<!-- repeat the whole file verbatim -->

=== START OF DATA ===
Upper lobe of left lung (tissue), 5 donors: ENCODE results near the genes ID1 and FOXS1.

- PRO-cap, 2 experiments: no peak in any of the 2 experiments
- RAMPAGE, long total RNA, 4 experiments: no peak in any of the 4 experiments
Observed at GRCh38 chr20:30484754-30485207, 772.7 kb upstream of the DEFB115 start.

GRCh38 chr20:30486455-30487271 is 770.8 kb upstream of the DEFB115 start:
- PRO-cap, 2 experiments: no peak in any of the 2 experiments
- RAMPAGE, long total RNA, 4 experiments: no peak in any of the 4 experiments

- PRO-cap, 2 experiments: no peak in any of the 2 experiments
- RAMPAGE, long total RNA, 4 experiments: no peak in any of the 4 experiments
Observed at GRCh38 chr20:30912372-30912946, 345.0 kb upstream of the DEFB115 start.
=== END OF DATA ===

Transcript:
Upper lobe of left lung (tissue), 5 donors: ENCODE results near the genes ID1 and FOXS1.

- PRO-cap, 2 experiments: no peak in any of the 2 experiments
- RAMPAGE, long total RNA, 4 experiments: no peak in any of the 4 experiments
Observed at GRCh38 chr20:30484754-30485207, 772.7 kb upstream of the DEFB115 start.

GRCh38 chr20:30486455-30487271 is 770.8 kb upstream of the DEFB115 start:
- PRO-cap, 2 experiments: no peak in any of the 2 experiments
- RAMPAGE, long total RNA, 4 experiments: no peak in any of the 4 experiments

- PRO-cap, 2 experiments: no peak in any of the 2 experiments
- RAMPAGE, long total RNA, 4 experiments: no peak in any of the 4 experiments
Observed at GRCh38 chr20:30912372-30912946, 345.0 kb upstream of the DEFB115 start.